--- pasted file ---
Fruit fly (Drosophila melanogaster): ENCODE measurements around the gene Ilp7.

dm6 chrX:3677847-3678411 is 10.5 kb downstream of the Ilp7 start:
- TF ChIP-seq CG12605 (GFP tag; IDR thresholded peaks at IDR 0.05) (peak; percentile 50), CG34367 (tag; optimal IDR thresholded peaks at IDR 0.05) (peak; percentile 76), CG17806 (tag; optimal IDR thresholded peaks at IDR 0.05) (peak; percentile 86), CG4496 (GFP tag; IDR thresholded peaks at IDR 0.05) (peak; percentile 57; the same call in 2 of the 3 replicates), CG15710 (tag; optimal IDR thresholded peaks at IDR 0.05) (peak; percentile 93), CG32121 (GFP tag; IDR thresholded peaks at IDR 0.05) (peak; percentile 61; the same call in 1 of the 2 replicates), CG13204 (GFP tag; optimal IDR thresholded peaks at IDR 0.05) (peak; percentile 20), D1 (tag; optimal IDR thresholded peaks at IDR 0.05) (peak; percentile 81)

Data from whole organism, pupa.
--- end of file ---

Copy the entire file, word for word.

Fruit fly (Drosophila melanogaster): ENCODE measurements around the gene Ilp7.

dm6 chrX:3677847-3678411 is 10.5 kb downstream of the Ilp7 start:
- TF ChIP-seq CG12605 (GFP tag; IDR thresholded peaks at IDR 0.05) (peak; percentile 50), CG34367 (tag; optimal IDR thresholded peaks at IDR 0.05) (peak; percentile 76), CG17806 (tag; optimal IDR thresholded peaks at IDR 0.05) (peak; percentile 86), CG4496 (GFP tag; IDR thresholded peaks at IDR 0.05) (peak; percentile 57; the same call in 2 of the 3 replicates), CG15710 (tag; optimal IDR thresholded peaks at IDR 0.05) (peak; percentile 93), CG32121 (GFP tag; IDR thresholded peaks at IDR 0.05) (peak; percentile 61; the same call in 1 of the 2 replicates), CG13204 (GFP tag; optimal IDR thresholded peaks at IDR 0.05) (peak; percentile 20), D1 (tag; optimal IDR thresholded peaks at IDR 0.05) (peak; percentile 81)

Data from whole organism, pupa.